Written By: James A. Stewart
At the same time that I was saved during a mighty movement of God in my city of Glasgow, a girl about the same age was also saved. Her name was Helen Ewan (U-an). She was just a slip of a girl, but at the very threshold of her new life in Christ, she crowned Him as absolute Lord and was thus filled with the Holy Spirit. She had accepted the invitation of her Lord to “drink abundantly”
In the day, that great day of the feast, Jesus stood and cried, saying, If any man thirst, let him come unto me, and drink. He that believeth on Me, as the Scripture has said, out of his innermost being shall flow rivers of living water. (But this spake He of the Spirit which they that believe on Him should receive.) (John 7:32-39a).
The torrents of living water simply began to flow from Helen’s life.
Helen Ewan was born around 1910 into an ordinary working-class family. She was the only child. Both of her parents loved Christ supremely. The blessed Son of God was the center around which the whole household revolved. They lived for only one thing and that was to please God in every detail of their lives. Three well-marked Bibles were always conspicuous in their living room when I visited them.
After her conversion at the age of fourteen, Helen’s whole personality was radiant with the glory of the Lord. God, in His sovereign grace, had shone into her darkened soul in order that through this ordinary “earthenware container” might be manifested the surpassing majesty of the power of the gospel.
This manifestation of His glory astonished us all. Hers was only a common life, but it was lit up with the glory of God. I often wondered how she could stand so much glory in her fragile earthenware container.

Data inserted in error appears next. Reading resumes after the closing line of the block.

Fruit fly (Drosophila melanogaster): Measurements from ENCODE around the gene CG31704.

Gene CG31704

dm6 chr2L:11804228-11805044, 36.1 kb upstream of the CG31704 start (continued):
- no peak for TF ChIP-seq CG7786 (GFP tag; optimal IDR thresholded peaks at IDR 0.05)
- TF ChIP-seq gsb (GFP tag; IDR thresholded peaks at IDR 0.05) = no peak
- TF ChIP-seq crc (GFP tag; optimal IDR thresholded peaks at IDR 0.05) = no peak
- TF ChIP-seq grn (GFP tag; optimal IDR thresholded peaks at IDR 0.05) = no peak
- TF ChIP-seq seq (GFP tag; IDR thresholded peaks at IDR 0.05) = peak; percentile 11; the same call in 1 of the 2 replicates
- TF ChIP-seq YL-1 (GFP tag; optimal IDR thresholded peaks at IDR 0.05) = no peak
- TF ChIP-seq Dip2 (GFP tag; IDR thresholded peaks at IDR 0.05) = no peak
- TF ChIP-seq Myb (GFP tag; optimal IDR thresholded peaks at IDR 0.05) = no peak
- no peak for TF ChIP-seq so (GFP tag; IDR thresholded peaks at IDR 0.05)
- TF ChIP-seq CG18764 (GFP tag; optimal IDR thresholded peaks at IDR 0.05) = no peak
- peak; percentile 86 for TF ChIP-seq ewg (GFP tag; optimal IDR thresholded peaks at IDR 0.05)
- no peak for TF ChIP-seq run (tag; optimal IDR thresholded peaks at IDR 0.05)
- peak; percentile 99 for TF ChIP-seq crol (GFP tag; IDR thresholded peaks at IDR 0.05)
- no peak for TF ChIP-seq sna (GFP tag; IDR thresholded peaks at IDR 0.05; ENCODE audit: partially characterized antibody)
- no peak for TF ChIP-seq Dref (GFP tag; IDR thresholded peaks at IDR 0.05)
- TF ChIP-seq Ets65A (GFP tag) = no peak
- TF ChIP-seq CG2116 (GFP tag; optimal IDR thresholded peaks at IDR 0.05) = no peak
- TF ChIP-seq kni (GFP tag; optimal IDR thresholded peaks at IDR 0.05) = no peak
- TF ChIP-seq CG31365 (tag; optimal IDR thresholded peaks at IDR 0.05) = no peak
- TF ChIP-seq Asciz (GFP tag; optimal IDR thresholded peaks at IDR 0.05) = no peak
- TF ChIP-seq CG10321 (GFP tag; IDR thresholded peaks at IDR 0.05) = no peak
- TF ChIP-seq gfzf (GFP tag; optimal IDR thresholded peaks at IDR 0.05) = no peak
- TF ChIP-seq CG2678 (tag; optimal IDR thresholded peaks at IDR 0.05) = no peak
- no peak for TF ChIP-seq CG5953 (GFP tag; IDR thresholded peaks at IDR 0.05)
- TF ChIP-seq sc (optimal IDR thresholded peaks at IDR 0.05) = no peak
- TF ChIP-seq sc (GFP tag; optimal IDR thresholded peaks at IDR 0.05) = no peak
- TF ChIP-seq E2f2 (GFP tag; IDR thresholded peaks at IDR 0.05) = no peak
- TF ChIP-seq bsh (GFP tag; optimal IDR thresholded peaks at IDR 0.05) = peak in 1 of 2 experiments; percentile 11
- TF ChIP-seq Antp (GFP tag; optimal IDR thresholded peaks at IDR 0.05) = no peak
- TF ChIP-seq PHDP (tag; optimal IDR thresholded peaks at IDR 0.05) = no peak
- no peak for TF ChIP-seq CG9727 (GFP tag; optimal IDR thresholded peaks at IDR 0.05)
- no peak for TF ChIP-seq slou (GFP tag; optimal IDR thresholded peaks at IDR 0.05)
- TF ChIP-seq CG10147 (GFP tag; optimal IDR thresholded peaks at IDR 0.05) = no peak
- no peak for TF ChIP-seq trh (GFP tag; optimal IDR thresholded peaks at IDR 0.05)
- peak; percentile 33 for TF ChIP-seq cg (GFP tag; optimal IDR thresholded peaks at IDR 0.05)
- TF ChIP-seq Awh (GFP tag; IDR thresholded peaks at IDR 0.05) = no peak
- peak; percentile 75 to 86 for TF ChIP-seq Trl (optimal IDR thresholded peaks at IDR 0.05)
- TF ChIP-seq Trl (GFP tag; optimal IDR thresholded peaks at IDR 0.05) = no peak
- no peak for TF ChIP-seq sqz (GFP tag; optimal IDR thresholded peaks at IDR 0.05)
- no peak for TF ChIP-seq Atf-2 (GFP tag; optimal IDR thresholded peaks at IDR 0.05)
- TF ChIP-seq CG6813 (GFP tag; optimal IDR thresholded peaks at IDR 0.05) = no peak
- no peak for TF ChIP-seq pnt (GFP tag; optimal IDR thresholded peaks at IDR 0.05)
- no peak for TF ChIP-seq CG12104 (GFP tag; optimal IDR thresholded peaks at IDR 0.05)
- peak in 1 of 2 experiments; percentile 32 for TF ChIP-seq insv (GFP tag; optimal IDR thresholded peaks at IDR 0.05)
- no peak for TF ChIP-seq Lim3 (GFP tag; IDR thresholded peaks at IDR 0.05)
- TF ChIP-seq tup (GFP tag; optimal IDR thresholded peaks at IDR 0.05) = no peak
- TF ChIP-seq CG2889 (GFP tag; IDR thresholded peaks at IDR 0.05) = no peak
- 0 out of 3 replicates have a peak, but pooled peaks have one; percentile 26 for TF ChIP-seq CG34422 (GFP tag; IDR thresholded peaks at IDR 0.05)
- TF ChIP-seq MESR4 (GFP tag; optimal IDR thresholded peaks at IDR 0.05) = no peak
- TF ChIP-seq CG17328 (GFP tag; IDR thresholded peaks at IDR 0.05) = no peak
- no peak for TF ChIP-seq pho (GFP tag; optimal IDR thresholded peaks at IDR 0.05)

Being full of the Holy Spirit, she was full of Christ. As she studied the Word of God, under the illuminating guidance of the Holy Spirit, He took of the treasures of the Lord Jesus and revealed them unto her (John 16:14-15). This made her heart dance for joy. Many times she would stop Christians on the street and, with radiant face, tell of some choice portion of Scripture where she had found some new picture of her blessed Redeemer. These friends often left her presence weeping. They said, “We have seen Jesus; we have looked into His glorious face.” The awe of God remained upon their souls throughout the remainder of the day. Like Spurgeon, she was at her very best when she told us of her Lord. It was at such times she stood out as a solitary figure, so far removed from the rest of us. She knew the Lord in such a deep intimate way.
Many testified that just her passing smile, or her cheery, “Good day. God bless you,” was an uplifting tonic to them the rest of the day.
In her prayer life, Helen was such an example to us all. She arose each morning around five o’clock to commune with her Lord. She would not put on the heat in her cold little room or seek to make herself comfortable in any way, feeling she could be more alert in the cold. And besides, those for whom she would be praying in foreign lands were not sitting in comfort.